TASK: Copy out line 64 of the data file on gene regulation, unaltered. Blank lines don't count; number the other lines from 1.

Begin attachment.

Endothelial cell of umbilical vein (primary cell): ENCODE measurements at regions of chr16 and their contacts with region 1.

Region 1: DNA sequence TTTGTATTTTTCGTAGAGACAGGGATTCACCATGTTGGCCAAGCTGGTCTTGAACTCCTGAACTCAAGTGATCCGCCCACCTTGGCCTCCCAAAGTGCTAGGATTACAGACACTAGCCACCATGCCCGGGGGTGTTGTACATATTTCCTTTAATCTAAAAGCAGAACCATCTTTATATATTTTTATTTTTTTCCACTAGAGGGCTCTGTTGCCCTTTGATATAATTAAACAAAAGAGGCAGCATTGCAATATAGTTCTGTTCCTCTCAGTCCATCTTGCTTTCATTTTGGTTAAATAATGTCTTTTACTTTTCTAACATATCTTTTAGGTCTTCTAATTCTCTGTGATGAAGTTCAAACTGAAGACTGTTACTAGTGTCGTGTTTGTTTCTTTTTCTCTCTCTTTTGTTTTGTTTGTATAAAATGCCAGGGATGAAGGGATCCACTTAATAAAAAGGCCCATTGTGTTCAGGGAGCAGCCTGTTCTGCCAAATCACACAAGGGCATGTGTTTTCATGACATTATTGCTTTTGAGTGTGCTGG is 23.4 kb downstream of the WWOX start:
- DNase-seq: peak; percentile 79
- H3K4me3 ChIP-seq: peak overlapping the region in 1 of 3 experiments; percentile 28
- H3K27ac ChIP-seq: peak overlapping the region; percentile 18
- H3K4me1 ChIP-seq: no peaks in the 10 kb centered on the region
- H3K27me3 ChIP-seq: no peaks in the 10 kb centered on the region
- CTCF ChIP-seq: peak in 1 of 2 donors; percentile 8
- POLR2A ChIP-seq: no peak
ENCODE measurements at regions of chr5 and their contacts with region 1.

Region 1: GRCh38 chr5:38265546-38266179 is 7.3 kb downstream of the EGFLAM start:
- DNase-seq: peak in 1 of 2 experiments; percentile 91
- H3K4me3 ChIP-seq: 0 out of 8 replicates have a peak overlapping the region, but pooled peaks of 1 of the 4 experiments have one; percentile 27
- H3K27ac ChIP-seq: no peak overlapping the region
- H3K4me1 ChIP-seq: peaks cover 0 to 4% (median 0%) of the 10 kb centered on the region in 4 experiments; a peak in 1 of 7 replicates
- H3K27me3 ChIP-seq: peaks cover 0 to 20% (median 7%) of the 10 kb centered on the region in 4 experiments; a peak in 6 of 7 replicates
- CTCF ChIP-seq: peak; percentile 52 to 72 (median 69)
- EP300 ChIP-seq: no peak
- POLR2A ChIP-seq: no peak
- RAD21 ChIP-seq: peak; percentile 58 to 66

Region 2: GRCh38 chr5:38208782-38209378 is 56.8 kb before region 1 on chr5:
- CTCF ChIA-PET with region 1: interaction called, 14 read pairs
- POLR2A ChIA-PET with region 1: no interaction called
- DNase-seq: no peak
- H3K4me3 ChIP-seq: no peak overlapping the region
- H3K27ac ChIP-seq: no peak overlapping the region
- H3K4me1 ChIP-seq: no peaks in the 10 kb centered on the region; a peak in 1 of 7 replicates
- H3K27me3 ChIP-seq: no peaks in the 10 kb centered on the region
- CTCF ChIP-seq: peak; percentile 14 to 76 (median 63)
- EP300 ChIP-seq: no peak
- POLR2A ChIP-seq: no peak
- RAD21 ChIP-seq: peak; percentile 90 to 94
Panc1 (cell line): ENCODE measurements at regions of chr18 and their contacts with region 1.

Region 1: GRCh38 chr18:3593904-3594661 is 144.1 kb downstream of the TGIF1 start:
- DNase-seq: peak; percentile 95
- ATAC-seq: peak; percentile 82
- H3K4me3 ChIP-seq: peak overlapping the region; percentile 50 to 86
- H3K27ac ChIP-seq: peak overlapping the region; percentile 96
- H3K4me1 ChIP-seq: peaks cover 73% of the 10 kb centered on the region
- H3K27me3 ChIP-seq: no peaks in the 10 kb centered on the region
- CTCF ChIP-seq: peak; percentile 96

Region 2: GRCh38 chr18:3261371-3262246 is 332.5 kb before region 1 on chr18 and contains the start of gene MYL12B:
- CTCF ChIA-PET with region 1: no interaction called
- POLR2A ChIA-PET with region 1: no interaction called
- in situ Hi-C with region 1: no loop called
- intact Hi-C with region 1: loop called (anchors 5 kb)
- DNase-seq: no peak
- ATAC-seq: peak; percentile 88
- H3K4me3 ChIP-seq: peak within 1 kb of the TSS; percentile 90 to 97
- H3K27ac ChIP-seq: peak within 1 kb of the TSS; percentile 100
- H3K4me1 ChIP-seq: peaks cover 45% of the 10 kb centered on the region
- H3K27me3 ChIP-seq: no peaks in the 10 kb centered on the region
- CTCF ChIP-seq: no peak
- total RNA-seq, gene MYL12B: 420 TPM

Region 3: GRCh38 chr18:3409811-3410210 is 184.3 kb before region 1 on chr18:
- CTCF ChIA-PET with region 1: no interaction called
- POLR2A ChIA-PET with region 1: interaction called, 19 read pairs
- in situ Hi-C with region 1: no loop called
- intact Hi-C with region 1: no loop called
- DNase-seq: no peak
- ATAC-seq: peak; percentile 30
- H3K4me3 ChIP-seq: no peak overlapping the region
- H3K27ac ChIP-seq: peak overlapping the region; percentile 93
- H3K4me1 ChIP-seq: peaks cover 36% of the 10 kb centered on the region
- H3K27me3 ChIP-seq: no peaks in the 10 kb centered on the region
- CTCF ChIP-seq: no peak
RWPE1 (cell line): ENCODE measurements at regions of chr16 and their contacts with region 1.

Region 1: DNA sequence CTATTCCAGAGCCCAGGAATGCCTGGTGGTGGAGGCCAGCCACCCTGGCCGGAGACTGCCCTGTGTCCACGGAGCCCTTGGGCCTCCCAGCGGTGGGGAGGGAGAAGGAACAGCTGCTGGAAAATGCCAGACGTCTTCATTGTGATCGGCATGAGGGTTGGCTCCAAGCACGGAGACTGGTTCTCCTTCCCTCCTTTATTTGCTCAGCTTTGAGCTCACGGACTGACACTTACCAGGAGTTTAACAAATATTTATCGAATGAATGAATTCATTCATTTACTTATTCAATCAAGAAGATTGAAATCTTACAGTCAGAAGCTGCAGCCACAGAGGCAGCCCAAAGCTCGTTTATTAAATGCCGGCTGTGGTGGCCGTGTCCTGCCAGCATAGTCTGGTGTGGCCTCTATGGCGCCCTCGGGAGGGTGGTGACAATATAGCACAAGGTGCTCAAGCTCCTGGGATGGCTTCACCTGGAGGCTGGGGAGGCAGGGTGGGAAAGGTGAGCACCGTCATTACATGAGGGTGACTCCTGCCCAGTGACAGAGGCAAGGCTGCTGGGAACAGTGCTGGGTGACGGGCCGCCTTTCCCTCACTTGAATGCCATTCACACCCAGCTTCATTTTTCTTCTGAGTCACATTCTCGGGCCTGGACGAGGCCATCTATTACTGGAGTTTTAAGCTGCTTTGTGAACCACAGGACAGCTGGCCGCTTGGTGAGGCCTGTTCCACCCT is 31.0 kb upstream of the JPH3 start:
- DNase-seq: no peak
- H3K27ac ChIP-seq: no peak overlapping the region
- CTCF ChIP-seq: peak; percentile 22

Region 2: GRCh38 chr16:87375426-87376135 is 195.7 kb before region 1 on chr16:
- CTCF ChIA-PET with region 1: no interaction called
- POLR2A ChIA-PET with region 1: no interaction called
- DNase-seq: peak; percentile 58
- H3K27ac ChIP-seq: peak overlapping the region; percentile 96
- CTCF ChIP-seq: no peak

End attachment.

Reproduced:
- H3K4me1 ChIP-seq: peaks cover 36% of the 10 kb centered on the region